Liam realized his independence was being taken away and he had a few melt downs, his mom said.
Wednesday of that second week he became very frustrated and kicked the dog, something he had never done before.
Crystal’s mom Betty said she thinks he was trying to kick his mom but Sam was in between the two of them.
In the end Sam stayed and moving forward, Crystal had to send videos every two weeks of them working together.
“It was a rocky road,” she recalled.
School policy on guide dogs
The next step was to contact SD 27 Supt. Chris van der Mark and tell him the district needed a policy for service dogs in the schools because Liam had one.
When the first day of school rolled around in 2021, however, Liam went off to kindergarten without Sam. They had to wait for the policy to be in place which was in place by Sept. 29, 2022.
SD 27 Supt. Chris van der Mark said the policy emerged after some research was done to what policies were in existence.
“A key part of it was that we had a really good collaboration in the policy development phase with the district, the school and the family so the transition could be positive,” he said.
Van der Mark has met Sam and admitted to being a ‘bit of a dog-fan.”
“Certainly the possibilities are there to have more service dogs, I don’t see why not,” he said, adding he is not aware at this point of any requests for more from families.
To date he has not heard any concerns about having Sam at the school.
“The policy work was super important. When we know of the possibility of something it really increases our ability to plan for it. You can research, you can look at the implications, you can make sure that you know what some of the issues are that might exist so you plan better.”
Van der Mark thanked Crystal and her family.
“As you may be aware, there was a lot of education and training for students and staff and at the end of the day we are super thrilled to have Sam as a part of our school community.”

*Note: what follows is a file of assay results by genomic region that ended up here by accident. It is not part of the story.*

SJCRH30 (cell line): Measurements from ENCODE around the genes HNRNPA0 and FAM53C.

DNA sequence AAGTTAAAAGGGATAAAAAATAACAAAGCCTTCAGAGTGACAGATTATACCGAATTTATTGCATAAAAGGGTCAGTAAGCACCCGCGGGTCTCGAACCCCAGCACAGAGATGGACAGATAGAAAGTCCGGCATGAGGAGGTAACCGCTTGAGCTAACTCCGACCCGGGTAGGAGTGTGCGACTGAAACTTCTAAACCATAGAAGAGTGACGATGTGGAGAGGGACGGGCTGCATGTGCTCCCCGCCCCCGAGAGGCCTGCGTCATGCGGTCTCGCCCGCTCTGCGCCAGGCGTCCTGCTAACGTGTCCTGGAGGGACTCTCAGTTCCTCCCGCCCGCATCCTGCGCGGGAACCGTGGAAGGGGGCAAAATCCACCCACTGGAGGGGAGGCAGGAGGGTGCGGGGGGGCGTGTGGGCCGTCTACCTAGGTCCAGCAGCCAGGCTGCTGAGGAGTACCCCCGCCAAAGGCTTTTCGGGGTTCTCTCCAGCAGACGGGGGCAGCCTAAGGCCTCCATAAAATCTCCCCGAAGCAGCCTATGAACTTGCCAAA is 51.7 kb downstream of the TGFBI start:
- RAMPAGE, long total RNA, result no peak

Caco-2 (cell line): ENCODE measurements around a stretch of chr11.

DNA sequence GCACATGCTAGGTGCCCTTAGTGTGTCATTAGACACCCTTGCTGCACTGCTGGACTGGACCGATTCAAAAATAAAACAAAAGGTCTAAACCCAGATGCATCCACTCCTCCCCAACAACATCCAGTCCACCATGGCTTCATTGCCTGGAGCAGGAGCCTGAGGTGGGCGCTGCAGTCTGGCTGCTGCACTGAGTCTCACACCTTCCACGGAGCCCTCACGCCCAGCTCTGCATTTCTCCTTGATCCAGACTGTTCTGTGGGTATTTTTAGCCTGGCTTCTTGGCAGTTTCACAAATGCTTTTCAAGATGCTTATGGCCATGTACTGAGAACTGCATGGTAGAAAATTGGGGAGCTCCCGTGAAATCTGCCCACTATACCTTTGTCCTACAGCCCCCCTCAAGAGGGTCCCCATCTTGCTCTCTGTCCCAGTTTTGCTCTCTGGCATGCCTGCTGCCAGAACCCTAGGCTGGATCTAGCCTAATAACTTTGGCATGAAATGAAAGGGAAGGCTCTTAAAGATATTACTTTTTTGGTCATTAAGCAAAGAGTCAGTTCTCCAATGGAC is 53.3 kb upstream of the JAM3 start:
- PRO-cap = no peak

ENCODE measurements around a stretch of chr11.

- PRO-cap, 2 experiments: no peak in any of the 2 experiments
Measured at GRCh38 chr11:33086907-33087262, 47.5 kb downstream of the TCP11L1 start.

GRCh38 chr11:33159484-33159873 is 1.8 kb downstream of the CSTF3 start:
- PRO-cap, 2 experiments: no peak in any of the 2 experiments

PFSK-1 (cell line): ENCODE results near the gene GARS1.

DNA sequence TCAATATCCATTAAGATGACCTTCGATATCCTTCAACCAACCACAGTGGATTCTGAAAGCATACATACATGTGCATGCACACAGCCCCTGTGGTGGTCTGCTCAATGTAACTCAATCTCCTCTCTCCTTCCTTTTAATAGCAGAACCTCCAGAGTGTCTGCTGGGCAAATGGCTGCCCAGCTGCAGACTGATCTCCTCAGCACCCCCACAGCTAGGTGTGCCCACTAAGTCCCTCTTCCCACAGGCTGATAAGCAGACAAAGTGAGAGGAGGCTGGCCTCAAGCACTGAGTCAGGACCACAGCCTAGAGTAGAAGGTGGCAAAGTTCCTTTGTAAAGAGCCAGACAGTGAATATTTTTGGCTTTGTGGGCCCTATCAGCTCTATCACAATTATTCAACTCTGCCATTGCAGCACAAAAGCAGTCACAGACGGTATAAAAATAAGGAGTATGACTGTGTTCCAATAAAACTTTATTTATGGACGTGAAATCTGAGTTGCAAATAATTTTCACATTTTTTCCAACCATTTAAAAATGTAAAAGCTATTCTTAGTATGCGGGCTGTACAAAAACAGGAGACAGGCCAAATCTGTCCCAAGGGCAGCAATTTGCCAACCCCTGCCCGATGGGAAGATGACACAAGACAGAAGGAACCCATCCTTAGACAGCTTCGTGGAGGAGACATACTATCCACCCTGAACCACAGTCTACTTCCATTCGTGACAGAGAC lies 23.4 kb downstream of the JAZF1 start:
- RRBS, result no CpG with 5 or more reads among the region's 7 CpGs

Crystal hopes her experience will help others because it has been very positive to see what an autism service dog has done for her own family.
As she makes her way around Williams Lake, she often has people stop and ask her about Sam and what being a service dog means.
Gaylord was her Grade 8 gym teacher and she praised him for “taking on a lot” by having Sam in the school.
“He is the best person at this point to help my autistic son,” she said of Gaylord. “He calls me to let me know how Liam’s day has gone and took on being one of Sam’s main handlers.”
Raising a service dog
Bill Thornton and his wife Linda co-founded B.C. and Alberta Guide Dogs in 1996, the place where Sam originated.
They only breed labs through their own breeding program.
On a Friday in November when Bill was interviewed over the phone from his home in Delta, he said Linda had been out all night because new puppies were being born.
“There are seven puppies so far and we are expecting eight,” he said.
At seven to eight weeks of age the puppies go to volunteer foster families up until they are about 15 months old.
In the future the Thorntons hope to build a canine breeding and neonatal centre. About 90 puppies are being born a year and that number is increasing to well over 100.
The intent is to breed only for a purpose, not to sell them. All the dogs are neutered before they leave.
After that, they go to guide dog school for 18 to 25 weeks where they are trained either as a guide dog, an autism service dog or an OSI-PTSD dog.
About 72 per cent of the dogs end up living with a family with a person who has a disability. The other dogs will be designated as very special placement (VSP) dogs to support those families.
About $35,000 is invested into a service dog with the B.C. and Alberta Guide Dogs. The Hollet family were able to sign a contract for Sam for $1 and are responsible for his vets bills and food for the rest of his life.